Flux Covering Ingredients and their Functions

Depending upon the welding situational requirements a number of chemical compounds are used in formulating a flux. In Table 4.1 these compounds are listed with their major functions and secondary benefits for the welding of steels. The electrode flux covering performs the following functions:

1. Provide a protecting atmosphere

2. Forms slag of suitable characteristics to protect molten metal from oxidation

3. Facilitate over head and position welding

4. Stabilise the arc

5. Add alloying elements to the weld metal

6. Refine the metallurgical structure

7. Reduce weld spatter

8. Increase deposition efficiency

9. Remove oxides and impurities

10. Determine the depth of arc penetration

11. Affect weld-bead shape

12. Slow down the weld cooling rate

13. Contributes weld metal from powdered metal in the coating.

Table 4.1 Electrode Covering Ingredients with Functions

Function

Ingredients

1.

Fluxing agents

Silica, CaO, Flourspar.

2.

Slag formers

Rutile, Titania, Potassium titanate, limenite, Asbestos, Alumina, Silica flour, Iron oxide, Calcium fluoride (Flourspar) Feldspar, Manganese dioxide, Wollastonite.

3.

Arc stabilisers

Potassium oxalate, Potassium silicate, Zirconium car­bonate, Potash, Feldspar, Lithium carbonate, Titania.

4.

Gas forming materials

Cellulose, Limestone, Woodflour, Calcium carbonates, other carbonates.

5.

Alloying

Ferro-manganese, Ferro-chrome, Ferromolybdenum, Electronickel, Ferro-titanium, Metal powders.

6.

Deoxidisers

Ferrosilicon, Ferromanganese.

7.

Binders

Sodium silicate, Dextrin, Potassium silicate, Gum arabic, Sugar, Asbestos.

8.

Slipping agents (for easy extrusion)

Glycerine, China clay, Kaolin clay, Talc, Bentonite clay, Mica.

Modern coated electrodes were first developed by Oscar Kjellberg of Sweden in 1907. Since that time considerable research has been done on electrode coating to obtain:

— good tensile and impact properties matching the base metal.

— most satisfactory electrode running characteristics.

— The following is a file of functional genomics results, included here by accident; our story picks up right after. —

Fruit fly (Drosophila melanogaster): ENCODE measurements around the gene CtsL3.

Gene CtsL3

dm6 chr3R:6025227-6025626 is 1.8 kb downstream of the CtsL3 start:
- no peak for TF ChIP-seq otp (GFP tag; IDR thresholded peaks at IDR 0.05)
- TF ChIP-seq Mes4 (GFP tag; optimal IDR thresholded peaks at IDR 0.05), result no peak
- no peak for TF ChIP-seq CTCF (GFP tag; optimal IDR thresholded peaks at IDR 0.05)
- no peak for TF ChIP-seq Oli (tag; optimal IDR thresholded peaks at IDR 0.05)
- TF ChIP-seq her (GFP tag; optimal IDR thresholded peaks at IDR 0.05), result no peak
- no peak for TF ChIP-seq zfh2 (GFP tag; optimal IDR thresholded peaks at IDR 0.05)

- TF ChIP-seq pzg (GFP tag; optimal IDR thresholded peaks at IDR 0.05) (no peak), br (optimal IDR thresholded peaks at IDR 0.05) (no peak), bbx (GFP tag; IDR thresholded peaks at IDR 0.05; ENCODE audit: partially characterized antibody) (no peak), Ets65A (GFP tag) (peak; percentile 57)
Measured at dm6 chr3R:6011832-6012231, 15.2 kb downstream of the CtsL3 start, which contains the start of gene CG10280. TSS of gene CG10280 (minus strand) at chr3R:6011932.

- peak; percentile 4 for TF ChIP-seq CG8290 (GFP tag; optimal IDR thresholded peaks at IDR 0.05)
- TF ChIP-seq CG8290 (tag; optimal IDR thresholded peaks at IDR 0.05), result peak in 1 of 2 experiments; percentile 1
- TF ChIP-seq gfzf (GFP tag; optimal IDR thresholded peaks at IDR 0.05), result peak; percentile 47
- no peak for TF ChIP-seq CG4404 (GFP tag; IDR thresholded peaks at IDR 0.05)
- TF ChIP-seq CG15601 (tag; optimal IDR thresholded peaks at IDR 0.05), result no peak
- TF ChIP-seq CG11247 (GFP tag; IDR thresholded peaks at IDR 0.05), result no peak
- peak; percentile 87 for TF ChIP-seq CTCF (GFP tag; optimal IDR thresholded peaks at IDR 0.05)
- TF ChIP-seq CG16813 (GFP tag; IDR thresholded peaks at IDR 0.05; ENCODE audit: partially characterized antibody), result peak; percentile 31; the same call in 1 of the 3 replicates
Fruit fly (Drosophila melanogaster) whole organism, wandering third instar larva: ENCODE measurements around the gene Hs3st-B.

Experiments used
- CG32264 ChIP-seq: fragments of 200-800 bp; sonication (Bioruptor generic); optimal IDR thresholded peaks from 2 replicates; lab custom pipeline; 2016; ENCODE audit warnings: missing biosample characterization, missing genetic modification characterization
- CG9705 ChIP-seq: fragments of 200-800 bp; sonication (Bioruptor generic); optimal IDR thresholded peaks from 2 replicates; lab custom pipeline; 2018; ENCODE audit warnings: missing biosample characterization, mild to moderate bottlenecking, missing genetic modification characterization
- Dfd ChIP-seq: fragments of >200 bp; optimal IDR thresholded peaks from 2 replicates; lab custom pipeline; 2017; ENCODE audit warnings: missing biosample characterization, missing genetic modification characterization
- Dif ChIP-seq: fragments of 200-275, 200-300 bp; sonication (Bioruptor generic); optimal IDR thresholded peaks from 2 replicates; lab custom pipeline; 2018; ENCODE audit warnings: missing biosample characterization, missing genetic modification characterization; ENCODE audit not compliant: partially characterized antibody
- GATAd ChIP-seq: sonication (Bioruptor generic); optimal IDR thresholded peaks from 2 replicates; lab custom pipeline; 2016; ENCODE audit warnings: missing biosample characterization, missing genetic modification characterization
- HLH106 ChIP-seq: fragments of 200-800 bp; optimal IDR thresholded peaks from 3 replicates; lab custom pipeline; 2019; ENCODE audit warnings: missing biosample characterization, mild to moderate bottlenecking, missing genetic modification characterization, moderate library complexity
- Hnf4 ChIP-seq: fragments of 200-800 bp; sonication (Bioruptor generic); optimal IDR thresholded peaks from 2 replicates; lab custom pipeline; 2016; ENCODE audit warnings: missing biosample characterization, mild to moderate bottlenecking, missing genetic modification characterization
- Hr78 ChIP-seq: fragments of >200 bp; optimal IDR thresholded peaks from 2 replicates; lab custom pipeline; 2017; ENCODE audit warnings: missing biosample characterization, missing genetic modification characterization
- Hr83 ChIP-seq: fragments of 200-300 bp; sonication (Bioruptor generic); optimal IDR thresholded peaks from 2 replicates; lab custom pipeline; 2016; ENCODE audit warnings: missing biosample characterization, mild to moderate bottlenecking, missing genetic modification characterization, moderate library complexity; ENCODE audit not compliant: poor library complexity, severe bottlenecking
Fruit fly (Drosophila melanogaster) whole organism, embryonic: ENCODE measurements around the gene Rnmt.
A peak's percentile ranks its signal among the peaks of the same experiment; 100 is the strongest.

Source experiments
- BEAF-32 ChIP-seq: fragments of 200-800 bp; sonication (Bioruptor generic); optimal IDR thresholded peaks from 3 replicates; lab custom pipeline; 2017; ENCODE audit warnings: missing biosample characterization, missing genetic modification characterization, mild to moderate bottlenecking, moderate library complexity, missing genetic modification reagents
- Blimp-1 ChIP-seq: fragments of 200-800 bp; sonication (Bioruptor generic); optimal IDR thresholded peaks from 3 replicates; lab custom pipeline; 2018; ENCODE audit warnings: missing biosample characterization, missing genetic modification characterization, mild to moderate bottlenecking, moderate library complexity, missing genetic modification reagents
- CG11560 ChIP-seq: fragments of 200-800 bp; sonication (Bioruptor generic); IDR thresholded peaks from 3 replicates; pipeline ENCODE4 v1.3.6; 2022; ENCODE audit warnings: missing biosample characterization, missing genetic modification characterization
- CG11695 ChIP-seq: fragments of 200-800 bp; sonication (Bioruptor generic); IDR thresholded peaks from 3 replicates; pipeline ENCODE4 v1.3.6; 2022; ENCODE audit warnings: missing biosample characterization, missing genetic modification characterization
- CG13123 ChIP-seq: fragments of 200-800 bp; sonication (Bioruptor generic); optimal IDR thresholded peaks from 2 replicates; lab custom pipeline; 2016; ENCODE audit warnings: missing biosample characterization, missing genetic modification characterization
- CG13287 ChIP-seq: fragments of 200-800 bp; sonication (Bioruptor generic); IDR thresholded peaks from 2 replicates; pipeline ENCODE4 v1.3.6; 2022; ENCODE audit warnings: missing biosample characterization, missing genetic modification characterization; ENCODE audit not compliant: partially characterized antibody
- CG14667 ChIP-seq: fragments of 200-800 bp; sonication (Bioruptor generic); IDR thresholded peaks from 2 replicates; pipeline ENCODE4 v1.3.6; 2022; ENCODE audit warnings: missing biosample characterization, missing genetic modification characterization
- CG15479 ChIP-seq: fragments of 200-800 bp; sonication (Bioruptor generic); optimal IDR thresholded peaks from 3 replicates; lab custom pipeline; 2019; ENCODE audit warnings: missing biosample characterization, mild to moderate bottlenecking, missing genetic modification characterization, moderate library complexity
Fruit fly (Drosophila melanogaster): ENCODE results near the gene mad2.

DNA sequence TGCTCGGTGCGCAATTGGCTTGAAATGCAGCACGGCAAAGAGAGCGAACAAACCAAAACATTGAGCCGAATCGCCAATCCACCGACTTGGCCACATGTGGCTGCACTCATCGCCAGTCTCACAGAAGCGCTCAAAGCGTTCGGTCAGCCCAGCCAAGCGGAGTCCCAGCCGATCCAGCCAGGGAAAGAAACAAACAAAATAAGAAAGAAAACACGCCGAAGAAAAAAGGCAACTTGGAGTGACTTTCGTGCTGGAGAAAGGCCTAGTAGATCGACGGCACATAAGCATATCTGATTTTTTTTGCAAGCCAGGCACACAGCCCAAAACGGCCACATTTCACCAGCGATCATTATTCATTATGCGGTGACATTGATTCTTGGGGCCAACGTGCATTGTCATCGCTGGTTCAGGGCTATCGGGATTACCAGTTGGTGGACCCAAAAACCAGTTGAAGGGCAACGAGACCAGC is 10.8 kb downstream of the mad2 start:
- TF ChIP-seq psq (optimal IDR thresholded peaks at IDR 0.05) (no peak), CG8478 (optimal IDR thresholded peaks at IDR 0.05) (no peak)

— low cost formulation.

All this research has led to the development of a few standard covering types which have been coded and classified in the international specifications for electrodes as follows:

— Cellulosic,

— Rutile,

— Oxidising Iron-oxide and

— Basic

Table 4.2 compares the characteristics of these electrodes.

Cellulosic coverings. These coatings contain large quantities of organic materials. Cellulose exceeds 30% by weight. Other organic materials like wood flour, charcoal, cotton, starches and gums are also used to partially replace cellulose. It produces gaseous atmosphere of approximately the following composition,

55% CO, + 42% H2 + 1.5% H2O + 1.0% CO2

The presence of hydrogen increases the voltage across the arc column making it more penetrating. For a given current cellulosic electrodes give 70% more deeper penetration than other electrodes. As most of the covering decomposes, the slag layer formed is thin and is easily removed. Hydrogen content of the weld is high. It is not recommended for welding high

Table 4.2. Characteristics of different types of electrodes

Classification

Coating Ingredients

Gas shield

Gas content of weld deposite ml/00 g

Applications

S. No.

Type

AWS/ASTM

Diffusible*

hydrogen

Residual

hydrogen

1.

Cellulosic

E—6010

Typically 40% cellulose 25% TiO2 ; 20% MgSiO3 ; 15% Fe-Mn bonded with sodium or potassium silicate.

Approximately 40% H2 : 40% CO + CO2 and 20% H2O

15—30

1—5

General purpose elec­trode for carbon steel. Most commonly used type in U. S.A. Pipe welds. More heavily coated rods are used for deep penetration. Most heavily coated arc cutting electrodes.

2.

Rutile

E—6012 and E—6013

Typically 4% cellulose 50% TiO2 ; 10% CaCO3 ; 6%

SiO2 ; 20% Mica ; 10% Fe-Mn bonded with sodium or potassium silicate.

10—30

0.5—4.0

General purpose weld­ing of carbon steel ; most generally used type in U. K. and other countries.

3.

Iron oxide (Deoxidized)

E—6020

Oxides and carbonate of iron and manganese with mineral silicates and ferro­manganese.

10—20

0.5—4.0

Give sound deposit with satis factory mechanical properties. Easy slag removal and good appea­rance of weld bead. Declining use.